In The Earth is a special movie because it was directed during the pandemic in a short amount of time. It blends the real life experiences that we are dealing with and with the folklore horror genre. The story contains very key elements. Above everything, it is a social commentary on humanity and how people deal with drastic situations. There are many lines that support this argument that really sticks with you. I do have to give major props to the actors in this movie for they are able to flawlessly deliver these lines. There is a moment where the subject of how people do not change no matter what the circumstance. That people will inevitably go back to who they are after world changing events. That when everything goes back to “normal”, it will be like nothing had ever happened. That people often just forget about the events and just move on and go back to their ordinary lives. I thought that this theme was very interesting and I’m glad that it was brought up. With this extra layer of ideology, I think people will have great discussions after watching this. They also bring the great debate of science versus belief. This is where folklore comes into play. With scientists involved, we are able to see the movie with a grounded perspective, but when introduced to rituals and folklore, it brings a new fresh take to the movie where you have to disband belief. You can even see where these two different beliefs overlap as well. This movie could have easily been a psychological thriller with a race against the clock to find a cure, but Ben decided to incorporate a folklore story stitched into it for good reason. This brings out a very compelling and interesting story that had me glued to my seat and wanting more after its runtime.

Visuals can either make it or break for me in a movie. I think Ben Wheatley was very intelligent on how he used his visual effects. With such a limited time in making this movie, a lot of the visuals seemed a little off putting in some parts of the movie. There are numerous quick montage sequences observing fast moving images of nature and other drug induced imagery. While watching this on the screen, I began to think to myself that I have seen this before and it’s nothing new. Although that may be the case, I think it was still a very clever and cool way to represent the symbolism they were going for. The best scenes were at night. There were some amazing and beautiful scenes that used strobe lights and a flare, which created a lot of tension. Immense use of lighting techniques that always hit the mark. The imagery was not only beautiful to stare at, but it helped make the scenes that more intense and create the necessary tension. Throughout the runtime we see different camera movements as well. There is a great use where the camera feels somewhat far away looking at our characters like it is stalking them. This helps drive the idea that the characters are in constant danger and anything can happen at any time. The body horror is also top tier. There is some brutal imagery of bloody injuries and violent acts. Some of the acting fell a little short in these scenes, but overall it delivered horror the best way it could. This movie is absolutely not for the faint of heart.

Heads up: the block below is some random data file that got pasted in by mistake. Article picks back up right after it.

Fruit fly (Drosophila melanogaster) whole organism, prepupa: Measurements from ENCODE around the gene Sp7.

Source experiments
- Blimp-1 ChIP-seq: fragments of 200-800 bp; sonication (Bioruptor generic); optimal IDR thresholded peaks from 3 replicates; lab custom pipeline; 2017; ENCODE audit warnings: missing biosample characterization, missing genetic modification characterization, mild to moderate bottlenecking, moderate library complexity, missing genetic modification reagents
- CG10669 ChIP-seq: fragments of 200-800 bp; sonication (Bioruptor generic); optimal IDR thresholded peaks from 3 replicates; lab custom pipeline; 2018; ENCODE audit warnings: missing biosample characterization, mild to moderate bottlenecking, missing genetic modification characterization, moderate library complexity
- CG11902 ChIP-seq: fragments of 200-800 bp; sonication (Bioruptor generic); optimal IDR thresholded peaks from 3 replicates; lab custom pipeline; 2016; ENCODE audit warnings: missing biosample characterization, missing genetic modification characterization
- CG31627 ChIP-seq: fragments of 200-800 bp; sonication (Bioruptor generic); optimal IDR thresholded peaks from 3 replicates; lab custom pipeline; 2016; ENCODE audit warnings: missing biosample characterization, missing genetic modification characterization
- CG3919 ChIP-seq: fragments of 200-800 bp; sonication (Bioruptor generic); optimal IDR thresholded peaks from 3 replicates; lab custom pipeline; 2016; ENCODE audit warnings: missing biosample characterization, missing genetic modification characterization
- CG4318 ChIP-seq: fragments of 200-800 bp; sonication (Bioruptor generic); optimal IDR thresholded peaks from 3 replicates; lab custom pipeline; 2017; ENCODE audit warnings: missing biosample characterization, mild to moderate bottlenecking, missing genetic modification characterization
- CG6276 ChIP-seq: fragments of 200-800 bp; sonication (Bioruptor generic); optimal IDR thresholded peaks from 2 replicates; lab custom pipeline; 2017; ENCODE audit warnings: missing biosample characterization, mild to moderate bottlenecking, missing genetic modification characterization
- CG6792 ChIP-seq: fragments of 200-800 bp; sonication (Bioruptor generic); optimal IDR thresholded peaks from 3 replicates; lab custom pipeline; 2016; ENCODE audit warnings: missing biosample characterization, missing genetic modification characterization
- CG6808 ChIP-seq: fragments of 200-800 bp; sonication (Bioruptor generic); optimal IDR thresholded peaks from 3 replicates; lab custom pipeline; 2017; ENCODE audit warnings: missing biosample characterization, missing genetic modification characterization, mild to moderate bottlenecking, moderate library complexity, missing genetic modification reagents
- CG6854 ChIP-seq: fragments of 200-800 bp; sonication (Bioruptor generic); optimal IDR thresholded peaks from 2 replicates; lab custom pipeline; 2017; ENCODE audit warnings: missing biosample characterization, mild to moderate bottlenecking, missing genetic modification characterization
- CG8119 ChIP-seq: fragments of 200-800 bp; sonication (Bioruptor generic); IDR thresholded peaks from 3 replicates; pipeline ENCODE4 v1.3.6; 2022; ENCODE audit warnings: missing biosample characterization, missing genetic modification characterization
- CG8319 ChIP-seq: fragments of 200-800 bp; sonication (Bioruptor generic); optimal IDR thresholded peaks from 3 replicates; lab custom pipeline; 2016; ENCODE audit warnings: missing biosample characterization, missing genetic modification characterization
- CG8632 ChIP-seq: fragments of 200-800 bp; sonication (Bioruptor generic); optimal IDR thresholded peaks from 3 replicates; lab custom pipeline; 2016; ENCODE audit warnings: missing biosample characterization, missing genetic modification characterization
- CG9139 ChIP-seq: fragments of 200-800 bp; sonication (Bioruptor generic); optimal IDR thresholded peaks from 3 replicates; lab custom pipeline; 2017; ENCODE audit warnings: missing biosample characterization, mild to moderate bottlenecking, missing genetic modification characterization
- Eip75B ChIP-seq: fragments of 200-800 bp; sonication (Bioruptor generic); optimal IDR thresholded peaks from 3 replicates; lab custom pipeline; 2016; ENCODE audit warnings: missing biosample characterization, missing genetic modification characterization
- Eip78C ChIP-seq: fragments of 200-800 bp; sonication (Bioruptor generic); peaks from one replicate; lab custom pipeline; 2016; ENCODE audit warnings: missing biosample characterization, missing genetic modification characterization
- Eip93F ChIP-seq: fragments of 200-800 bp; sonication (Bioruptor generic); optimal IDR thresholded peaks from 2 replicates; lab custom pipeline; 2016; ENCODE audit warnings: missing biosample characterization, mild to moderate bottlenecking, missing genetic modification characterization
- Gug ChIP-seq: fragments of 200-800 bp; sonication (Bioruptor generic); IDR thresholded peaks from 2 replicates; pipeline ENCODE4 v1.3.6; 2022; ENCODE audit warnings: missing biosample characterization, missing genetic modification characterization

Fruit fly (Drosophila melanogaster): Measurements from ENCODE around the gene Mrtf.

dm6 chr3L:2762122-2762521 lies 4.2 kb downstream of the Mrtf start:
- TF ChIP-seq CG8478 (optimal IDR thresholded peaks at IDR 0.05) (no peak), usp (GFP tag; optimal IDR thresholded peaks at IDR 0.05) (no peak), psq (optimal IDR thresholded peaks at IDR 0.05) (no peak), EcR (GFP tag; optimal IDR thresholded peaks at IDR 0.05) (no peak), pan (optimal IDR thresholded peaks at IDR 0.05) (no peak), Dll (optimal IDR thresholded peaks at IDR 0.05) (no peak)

In The Earth overall was an extremely fun watch. I can easily say that this movie is unique and blends two genres effortlessly. The movie doesn’t seem like it was made during a global pandemic and knowing it only took them 15 days still blows my mind. It’s insane to think that this movie was made in August. The strongest element of this movie is the cinematography and its unique storytelling. There are many deep layers to the social commentary within it and also shares a different outlook to life. I think a lot of people will enjoy this movie. The cast and crew did an amazing job, especially being shot during the pandemic. It is also one of those pandemic movies that doesn’t have a sour taste as well. There seems to be an influx of quarantine and pandemic movies out right now. Some miss the mark and feel disingenuous of what they are trying to convey. In The Earth is very respectful on the subject manner it is tackling. Definitely check this one out if it is safe doing so.